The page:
I think I’ve determined the crux of my discomfort with this man’s thesis. There is no possibility of absolute truth, if he is correct. If a system is internally consistent, it’s just because all systems are. It makes no distinction between epicycles (should that be used in that way?) which change core tenets versus those which cause incidental changes. There is no acceptable proof by which man can determine truth.

    I should have also mentioned that Polanyi, although Jewish in ethnicity and upbringing, was a devout Christian, floating somewhere between the Catholic Church in which he married, and Protestanism. He vehemently believed in absolute truth, and was adamant that his theories were not relativistic. But, like you, I thought so at first. Then, I started pondering on them.

    The reason these ideas are not relativistic is that Polanyi is not saying that all these belief systems are equally correct or truthful, but just that they all provide explanations, however good or bad, for essentially everything. They are all, to varying degrees, seeking universal validity for their beliefs, or in other words, seeking truth. You and I believe that Catholicism has the truth and we have plenty of ammo to back us up. That’s why I quoted Chesterton: I think the essential difference between various belief systems is how well they explain everything.

    As far as there being no acceptable proof by which man can determine truth: I get a bit worried when we start talking about “proof” and Christianity. While our faith is historical in nature, ultimately it is not about logical proof, but about faith. Once you have faith (once you’re within the system, so to speak), then logic comes more into play. Reason complements faith, but does not establish it.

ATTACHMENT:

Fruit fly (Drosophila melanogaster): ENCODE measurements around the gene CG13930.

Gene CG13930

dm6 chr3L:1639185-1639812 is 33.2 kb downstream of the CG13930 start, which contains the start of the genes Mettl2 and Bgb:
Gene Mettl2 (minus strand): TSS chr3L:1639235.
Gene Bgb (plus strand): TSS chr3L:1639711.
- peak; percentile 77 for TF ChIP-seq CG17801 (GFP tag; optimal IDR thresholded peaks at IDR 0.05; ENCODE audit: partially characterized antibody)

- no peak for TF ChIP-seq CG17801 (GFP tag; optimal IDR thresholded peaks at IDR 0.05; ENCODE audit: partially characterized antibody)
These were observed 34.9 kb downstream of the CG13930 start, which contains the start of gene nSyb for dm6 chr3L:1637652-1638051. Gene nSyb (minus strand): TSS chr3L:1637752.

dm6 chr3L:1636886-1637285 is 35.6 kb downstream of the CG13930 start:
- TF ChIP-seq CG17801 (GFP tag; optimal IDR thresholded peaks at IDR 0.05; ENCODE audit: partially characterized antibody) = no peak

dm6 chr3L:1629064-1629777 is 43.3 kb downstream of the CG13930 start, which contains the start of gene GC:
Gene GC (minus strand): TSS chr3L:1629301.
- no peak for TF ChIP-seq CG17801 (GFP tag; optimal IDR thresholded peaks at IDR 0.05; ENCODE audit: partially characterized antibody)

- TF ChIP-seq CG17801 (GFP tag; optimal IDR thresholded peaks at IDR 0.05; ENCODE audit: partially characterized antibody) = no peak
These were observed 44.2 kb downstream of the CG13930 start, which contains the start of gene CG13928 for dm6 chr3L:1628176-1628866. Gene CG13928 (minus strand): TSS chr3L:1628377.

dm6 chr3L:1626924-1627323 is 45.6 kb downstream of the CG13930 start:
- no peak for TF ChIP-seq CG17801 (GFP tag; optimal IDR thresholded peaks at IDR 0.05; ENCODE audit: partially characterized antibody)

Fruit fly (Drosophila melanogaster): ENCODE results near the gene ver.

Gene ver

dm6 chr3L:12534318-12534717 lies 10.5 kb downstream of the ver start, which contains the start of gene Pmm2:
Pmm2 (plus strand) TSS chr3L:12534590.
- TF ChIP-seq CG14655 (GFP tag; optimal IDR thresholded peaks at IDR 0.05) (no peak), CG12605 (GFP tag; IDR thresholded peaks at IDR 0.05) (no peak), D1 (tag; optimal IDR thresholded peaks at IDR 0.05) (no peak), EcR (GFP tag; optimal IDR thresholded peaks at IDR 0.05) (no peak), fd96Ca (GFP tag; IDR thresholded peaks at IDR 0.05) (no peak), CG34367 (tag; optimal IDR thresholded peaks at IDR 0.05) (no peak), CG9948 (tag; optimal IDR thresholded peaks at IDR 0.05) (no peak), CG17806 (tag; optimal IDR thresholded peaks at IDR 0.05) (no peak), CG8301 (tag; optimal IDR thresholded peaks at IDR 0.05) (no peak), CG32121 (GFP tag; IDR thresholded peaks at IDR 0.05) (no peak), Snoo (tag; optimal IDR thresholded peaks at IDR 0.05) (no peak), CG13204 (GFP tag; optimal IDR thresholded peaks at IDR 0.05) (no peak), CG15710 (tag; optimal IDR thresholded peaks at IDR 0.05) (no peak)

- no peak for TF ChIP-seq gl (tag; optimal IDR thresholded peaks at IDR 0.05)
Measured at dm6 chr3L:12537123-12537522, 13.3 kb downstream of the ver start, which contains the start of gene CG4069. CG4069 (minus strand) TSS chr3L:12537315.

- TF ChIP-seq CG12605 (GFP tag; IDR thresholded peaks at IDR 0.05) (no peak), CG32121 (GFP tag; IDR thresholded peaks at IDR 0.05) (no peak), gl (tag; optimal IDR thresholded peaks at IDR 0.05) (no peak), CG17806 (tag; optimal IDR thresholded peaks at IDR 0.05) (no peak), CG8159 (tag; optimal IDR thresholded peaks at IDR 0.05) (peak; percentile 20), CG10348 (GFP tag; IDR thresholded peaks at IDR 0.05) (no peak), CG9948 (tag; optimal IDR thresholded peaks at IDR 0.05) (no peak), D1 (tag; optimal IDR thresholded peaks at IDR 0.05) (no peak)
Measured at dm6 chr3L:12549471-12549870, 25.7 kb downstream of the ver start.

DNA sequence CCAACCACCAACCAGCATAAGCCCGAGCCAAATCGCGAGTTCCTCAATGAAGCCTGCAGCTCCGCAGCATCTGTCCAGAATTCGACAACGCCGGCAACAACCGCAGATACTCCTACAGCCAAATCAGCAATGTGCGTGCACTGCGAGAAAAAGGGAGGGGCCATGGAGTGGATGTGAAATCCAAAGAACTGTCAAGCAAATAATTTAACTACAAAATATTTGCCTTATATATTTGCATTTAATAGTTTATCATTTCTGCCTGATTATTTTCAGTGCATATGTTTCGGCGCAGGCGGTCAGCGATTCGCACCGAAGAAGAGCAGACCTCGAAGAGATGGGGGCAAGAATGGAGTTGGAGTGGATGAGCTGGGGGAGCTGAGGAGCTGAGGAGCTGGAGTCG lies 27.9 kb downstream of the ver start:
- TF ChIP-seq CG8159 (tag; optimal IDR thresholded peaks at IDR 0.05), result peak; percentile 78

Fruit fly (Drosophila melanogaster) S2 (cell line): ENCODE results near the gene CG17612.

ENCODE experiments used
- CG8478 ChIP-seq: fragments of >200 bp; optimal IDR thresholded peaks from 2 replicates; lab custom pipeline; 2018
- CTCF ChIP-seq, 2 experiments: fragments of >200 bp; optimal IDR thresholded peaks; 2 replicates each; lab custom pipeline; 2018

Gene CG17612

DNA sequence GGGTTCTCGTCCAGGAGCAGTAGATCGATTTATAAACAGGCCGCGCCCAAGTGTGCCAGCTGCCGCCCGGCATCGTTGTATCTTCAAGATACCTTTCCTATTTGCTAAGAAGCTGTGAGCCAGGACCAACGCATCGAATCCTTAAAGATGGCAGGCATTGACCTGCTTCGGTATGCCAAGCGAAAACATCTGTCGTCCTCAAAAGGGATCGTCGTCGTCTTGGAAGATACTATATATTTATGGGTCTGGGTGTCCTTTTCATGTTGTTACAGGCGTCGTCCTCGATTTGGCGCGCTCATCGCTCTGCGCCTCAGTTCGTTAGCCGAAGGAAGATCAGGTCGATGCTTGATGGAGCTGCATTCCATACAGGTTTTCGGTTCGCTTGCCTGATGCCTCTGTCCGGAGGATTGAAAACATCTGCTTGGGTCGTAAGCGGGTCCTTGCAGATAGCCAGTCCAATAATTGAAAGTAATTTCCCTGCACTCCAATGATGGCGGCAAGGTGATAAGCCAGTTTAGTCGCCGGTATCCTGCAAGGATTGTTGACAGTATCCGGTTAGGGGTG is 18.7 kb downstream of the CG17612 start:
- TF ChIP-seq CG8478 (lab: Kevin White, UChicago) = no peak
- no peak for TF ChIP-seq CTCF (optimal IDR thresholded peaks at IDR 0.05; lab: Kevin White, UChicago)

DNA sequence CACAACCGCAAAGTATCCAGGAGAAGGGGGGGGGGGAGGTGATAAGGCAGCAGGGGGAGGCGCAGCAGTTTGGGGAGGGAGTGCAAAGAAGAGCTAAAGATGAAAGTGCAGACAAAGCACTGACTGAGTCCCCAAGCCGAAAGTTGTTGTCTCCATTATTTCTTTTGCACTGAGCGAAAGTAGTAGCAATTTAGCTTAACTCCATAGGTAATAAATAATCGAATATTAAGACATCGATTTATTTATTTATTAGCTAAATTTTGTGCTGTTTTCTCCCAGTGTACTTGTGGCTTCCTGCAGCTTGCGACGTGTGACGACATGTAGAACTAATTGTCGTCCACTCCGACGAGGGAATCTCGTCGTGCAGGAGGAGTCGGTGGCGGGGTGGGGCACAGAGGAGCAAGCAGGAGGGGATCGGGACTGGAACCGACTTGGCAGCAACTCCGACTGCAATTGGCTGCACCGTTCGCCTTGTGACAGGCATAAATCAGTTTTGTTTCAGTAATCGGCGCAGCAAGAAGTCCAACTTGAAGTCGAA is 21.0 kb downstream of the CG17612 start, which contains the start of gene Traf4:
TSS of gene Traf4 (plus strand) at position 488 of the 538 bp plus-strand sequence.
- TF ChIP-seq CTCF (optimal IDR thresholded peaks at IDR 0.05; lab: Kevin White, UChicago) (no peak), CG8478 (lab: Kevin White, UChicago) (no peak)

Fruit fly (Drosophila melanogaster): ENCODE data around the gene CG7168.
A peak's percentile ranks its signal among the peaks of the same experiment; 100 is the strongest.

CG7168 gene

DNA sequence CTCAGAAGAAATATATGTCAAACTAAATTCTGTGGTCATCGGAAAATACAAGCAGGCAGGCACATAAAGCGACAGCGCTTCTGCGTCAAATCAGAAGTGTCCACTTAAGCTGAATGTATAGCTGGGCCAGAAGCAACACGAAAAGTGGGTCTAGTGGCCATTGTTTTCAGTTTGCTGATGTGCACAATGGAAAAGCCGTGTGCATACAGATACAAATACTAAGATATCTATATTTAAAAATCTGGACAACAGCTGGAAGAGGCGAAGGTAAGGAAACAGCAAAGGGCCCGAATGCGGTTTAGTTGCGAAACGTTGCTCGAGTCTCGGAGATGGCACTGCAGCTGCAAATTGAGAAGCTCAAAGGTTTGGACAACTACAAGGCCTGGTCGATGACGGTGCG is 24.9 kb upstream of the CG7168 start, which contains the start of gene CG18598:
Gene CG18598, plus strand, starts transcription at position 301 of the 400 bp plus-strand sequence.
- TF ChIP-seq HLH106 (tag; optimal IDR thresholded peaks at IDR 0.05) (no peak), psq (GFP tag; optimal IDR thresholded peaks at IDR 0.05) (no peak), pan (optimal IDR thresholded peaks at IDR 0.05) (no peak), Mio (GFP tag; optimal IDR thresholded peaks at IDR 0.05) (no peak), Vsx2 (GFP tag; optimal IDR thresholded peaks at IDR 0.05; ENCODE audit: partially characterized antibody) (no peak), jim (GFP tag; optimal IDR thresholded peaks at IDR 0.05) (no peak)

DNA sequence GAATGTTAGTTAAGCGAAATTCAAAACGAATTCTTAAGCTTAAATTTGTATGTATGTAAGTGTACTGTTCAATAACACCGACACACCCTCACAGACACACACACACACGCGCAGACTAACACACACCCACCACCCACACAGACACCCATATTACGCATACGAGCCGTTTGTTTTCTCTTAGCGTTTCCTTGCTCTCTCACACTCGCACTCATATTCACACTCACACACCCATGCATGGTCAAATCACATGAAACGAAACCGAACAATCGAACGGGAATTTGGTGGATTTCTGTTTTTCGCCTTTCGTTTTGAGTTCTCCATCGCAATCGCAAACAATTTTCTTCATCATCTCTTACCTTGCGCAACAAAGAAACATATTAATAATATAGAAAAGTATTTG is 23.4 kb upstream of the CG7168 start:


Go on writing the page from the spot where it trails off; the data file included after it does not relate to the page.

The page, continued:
And, I agree completely with:

    So, the question, “What is truth?” becomes modified, “How can we know truth?”

    St. Paul was onto something when he said, “now we see in a mirror dimly”.

    If other thoughts come to mind, I’ll write more later. Must eat…

  4. 4 Bekah January 3, 2007 at 12:30 pm

    Proof is tricky, isn’t it? But it is undeniable that there is something that “proves” faith, otherwise we wouldn’t be able to grasp it. I’m not exactly talking about logical proof, but just that certainty that something is worthy of our faith. According to circularity, proof is internal and self-supporting to all systems.

    But in considering this further, most people subscribe to more than one belief system. If you consider the two systems of science and Catholicism, you can see that at points they are supportive of the other, and at points they diverge. The individual is then forced to make a choice as to which system is predominant in their beliefs. For example, science has shown that prayer has a good effect on health, and may result in miraculous healings…supportive of Catholicism (and other faiths). Catholicism has always supported that there are natural laws institued by our Creator and worthy of study, and many preeminent early scientists were Catholic.

    Within these overlaps, I believe we can substantiate proofs for systems that diverge from the circularity phenomena. While no faith is completely provable, because you are right, then we wouldn’t need faith, we can support and substantiate enough to make faith reasonable.